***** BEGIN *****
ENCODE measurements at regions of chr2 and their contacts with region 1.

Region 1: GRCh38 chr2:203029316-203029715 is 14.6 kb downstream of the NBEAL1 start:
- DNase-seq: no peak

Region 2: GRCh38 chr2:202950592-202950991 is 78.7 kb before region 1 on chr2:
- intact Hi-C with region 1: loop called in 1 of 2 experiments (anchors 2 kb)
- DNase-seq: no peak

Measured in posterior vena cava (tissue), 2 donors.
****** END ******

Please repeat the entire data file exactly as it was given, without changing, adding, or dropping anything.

ENCODE measurements at regions of chr2 and their contacts with region 1.

Region 1: GRCh38 chr2:203029316-203029715 is 14.6 kb downstream of the NBEAL1 start:
- DNase-seq: no peak

Region 2: GRCh38 chr2:202950592-202950991 is 78.7 kb before region 1 on chr2:
- intact Hi-C with region 1: loop called in 1 of 2 experiments (anchors 2 kb)
- DNase-seq: no peak

Measured in posterior vena cava (tissue), 2 donors.